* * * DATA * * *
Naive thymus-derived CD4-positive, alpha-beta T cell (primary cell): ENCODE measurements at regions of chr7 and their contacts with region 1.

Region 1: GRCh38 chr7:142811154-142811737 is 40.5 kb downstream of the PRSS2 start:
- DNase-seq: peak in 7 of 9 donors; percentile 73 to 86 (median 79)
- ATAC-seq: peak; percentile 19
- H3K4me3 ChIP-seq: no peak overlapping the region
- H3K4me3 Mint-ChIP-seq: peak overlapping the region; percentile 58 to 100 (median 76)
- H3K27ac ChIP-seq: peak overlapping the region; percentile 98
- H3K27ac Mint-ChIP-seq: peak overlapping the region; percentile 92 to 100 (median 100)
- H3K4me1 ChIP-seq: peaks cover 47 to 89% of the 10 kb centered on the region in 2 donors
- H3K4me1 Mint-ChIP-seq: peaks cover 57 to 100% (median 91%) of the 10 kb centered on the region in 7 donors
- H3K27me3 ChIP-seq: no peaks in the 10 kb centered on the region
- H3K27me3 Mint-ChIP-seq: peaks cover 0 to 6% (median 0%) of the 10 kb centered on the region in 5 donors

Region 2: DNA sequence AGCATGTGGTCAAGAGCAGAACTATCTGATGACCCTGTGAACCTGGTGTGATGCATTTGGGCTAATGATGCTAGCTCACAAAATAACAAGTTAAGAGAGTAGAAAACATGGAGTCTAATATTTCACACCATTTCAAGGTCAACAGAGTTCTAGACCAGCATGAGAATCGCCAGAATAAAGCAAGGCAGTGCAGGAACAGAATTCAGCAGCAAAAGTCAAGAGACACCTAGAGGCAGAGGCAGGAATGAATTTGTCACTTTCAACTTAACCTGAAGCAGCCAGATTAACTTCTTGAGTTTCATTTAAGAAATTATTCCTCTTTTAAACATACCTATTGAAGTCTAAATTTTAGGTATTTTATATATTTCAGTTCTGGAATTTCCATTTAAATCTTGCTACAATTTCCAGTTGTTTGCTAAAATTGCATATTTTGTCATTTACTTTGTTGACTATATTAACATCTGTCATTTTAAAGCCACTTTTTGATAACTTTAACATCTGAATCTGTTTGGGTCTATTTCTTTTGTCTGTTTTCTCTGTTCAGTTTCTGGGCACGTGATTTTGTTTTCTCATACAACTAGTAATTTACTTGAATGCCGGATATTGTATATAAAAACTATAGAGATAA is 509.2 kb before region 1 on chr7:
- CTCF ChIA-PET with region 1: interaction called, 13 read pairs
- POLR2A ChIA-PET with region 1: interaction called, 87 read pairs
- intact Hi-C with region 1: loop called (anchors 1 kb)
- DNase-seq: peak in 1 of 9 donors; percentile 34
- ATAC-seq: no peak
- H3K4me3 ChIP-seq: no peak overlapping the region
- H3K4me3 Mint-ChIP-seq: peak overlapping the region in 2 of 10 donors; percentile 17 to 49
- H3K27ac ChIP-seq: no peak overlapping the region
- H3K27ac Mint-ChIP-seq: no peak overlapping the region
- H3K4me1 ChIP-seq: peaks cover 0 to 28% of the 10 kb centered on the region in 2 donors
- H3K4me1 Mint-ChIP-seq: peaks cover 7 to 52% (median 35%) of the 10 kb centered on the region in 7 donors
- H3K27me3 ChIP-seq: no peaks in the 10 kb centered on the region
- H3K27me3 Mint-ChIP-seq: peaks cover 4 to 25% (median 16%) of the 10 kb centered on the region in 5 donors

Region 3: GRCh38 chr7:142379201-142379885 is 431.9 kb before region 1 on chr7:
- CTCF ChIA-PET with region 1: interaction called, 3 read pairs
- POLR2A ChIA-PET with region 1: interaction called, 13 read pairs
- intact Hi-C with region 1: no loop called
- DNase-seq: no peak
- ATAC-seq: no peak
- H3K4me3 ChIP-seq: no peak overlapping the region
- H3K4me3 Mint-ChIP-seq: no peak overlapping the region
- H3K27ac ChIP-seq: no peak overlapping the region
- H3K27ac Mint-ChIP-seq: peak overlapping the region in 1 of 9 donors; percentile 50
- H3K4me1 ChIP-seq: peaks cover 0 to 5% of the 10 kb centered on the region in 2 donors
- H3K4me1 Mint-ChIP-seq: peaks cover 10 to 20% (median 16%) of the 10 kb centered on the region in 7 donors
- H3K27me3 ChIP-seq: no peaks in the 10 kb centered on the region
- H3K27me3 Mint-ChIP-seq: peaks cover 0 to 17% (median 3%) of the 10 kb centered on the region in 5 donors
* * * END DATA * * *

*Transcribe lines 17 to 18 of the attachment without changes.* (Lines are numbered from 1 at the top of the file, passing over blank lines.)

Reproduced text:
- DNase-seq: peak in 1 of 9 donors; percentile 34
- ATAC-seq: no peak